Everyone is giving the Corporate Finance lecturer a hard time today

A room full of inquisitive and intelligent people will always have questions when being taught new concepts, and the MBA crowd is a pretty gregarious bunch. We’ve switched Corporate Finance lecturers for the second half of the course, and she’s never more than thirty seconds into an explanation before half a dozen people butt in with questions.

This is, of course, THE MOST ANNOYING THING IN THE WORLD.

Did Isaac Newton drop his quill formulating s=ut+(0.5*at^2), and switch to calculating the effects of sunlight and wind resistance on the bloody falling apple, before he’d pinned down the underlying simplicity of the concept? NO. The whole point here is to understand the THEORY first, clean and untouched, so you can recognise it through all the dirt of the real world that obscures it later. But nobody is getting this.

Can we – just TRY – absorbing the fucking THEORY first before complicating it with irrelevant fudge factors? Why is everybody trying to include the whole world in the model before gripping the basics? Are they really that much smarter than me? GET WITH THE PROGRAMME, PEOPLE.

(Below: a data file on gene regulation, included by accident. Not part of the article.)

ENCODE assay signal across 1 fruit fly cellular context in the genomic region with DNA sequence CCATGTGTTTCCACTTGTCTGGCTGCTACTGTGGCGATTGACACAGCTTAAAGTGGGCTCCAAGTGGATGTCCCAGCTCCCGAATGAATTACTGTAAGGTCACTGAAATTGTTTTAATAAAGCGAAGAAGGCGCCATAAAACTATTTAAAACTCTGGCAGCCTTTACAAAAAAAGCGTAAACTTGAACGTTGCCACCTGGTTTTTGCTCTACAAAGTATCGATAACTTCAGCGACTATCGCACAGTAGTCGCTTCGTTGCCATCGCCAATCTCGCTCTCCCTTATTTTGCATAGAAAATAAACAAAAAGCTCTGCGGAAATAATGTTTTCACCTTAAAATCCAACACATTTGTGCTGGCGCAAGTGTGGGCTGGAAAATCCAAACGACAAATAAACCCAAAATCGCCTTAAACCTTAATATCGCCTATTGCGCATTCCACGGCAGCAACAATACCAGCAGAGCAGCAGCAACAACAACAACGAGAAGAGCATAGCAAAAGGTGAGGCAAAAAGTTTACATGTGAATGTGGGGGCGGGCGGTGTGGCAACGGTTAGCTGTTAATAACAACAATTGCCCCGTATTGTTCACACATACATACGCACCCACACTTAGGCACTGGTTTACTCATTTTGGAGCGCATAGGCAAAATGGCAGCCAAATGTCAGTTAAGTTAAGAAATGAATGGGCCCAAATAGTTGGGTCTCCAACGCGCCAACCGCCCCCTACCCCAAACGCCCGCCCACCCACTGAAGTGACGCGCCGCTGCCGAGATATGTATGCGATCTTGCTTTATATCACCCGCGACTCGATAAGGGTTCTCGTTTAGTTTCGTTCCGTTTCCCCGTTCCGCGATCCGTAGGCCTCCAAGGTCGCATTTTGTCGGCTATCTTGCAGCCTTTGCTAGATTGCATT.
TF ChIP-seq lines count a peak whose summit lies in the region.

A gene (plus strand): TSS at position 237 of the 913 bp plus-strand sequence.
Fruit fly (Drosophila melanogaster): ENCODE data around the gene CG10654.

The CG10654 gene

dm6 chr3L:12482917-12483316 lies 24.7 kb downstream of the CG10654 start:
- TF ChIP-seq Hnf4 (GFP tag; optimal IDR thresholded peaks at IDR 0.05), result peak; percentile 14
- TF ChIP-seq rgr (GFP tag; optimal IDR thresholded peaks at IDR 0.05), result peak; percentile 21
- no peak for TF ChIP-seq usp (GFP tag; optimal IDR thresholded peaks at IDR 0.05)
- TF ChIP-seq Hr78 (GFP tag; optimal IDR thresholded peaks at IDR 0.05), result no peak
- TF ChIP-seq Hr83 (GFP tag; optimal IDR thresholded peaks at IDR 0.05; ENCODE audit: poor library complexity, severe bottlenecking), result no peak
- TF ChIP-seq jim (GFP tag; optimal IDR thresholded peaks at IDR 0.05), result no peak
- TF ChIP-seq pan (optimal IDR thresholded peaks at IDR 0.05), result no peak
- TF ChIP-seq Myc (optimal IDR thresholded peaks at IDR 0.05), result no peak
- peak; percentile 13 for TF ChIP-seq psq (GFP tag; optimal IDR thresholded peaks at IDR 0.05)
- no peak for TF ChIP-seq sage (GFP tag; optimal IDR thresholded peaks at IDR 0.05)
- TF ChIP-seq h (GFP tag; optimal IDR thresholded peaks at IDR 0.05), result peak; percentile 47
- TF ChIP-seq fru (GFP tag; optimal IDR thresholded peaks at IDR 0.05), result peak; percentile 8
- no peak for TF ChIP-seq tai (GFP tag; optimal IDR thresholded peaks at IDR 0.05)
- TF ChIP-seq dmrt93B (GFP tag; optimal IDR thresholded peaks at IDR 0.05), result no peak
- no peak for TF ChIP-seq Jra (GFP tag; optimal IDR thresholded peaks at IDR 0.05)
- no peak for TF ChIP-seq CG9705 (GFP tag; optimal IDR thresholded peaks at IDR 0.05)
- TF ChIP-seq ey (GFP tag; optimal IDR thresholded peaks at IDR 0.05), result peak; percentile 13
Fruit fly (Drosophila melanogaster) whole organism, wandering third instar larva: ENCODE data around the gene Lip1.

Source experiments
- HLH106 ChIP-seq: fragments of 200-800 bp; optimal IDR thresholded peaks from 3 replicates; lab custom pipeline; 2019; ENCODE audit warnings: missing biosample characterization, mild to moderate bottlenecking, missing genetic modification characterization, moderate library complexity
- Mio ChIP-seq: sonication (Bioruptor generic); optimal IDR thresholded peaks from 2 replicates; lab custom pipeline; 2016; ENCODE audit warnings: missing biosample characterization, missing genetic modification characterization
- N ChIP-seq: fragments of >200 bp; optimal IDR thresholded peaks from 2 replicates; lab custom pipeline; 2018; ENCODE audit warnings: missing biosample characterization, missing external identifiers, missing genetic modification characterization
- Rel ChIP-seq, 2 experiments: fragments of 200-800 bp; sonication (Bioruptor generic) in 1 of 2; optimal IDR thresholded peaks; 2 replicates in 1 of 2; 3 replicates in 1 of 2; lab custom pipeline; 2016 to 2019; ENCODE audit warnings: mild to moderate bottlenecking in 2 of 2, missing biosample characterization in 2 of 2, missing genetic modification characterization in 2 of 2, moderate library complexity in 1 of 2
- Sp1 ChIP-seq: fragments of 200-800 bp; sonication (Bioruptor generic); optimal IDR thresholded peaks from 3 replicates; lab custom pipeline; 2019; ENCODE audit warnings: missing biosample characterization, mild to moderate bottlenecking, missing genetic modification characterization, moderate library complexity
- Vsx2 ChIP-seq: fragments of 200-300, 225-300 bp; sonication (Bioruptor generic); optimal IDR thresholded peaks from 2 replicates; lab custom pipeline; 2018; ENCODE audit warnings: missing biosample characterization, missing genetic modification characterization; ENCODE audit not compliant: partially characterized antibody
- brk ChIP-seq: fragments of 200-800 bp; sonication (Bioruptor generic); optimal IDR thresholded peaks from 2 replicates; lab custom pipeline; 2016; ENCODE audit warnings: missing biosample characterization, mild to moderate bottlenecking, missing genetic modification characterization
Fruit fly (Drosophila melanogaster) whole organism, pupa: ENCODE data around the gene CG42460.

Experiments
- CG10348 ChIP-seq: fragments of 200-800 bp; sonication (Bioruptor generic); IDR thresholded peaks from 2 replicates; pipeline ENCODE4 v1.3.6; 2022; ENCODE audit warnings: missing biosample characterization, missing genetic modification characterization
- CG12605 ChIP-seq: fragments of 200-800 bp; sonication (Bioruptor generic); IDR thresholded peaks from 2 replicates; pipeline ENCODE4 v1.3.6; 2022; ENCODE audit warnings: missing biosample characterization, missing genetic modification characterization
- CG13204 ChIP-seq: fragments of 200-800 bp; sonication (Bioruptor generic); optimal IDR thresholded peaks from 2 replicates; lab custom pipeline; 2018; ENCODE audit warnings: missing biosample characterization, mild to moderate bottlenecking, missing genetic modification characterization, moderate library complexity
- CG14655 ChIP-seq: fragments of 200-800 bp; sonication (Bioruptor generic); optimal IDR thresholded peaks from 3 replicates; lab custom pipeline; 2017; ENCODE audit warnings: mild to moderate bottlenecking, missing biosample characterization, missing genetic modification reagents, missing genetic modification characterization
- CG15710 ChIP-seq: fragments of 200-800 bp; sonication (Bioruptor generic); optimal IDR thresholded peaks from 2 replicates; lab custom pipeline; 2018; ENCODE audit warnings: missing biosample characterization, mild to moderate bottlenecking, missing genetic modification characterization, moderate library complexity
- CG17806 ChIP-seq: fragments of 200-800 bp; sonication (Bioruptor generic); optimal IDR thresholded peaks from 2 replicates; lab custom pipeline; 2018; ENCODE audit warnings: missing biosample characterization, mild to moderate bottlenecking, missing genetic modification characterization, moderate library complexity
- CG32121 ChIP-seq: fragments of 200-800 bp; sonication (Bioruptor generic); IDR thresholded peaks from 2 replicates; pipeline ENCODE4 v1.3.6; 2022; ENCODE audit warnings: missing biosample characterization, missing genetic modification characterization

Admittedly, some of it may be due to the previous lecturer’s Teutonic roots and the current one’s Italian heritage: there’s rather a difference in teaching styles. Accuracy and precision are an ingrained part of the German national character; among Italians they’re – er – perhaps not seen as quite so fundamental. Attention to detail on the lecture slides is more 1970s Lancia than BMW X5 (4 of 7 slides contain numerical errors.) But that’s not what’s causing the problem. The problem is Us.

And to pick one isolated example – let’s just say that when two Italians are talking from different perspectives, “Can I just finish my sentence” is something of a futile request.

What’s odd is that the concept being taught is, at heart, REALLY SIMPLE. It’s nowhere near as complicated as IRR or bond valuation; it’s more intuitive and real-world. This should be one of the easier lectures, yet it takes forever to get past each slide.

My colleagues are going through an exercise in MISSING THE FUCKING POINT here, and it’s exasperating. Or maybe – since I’m the one annoyed by it – the one who’s missing the point here is ME. Just wish I knew what that ‘point’ was.

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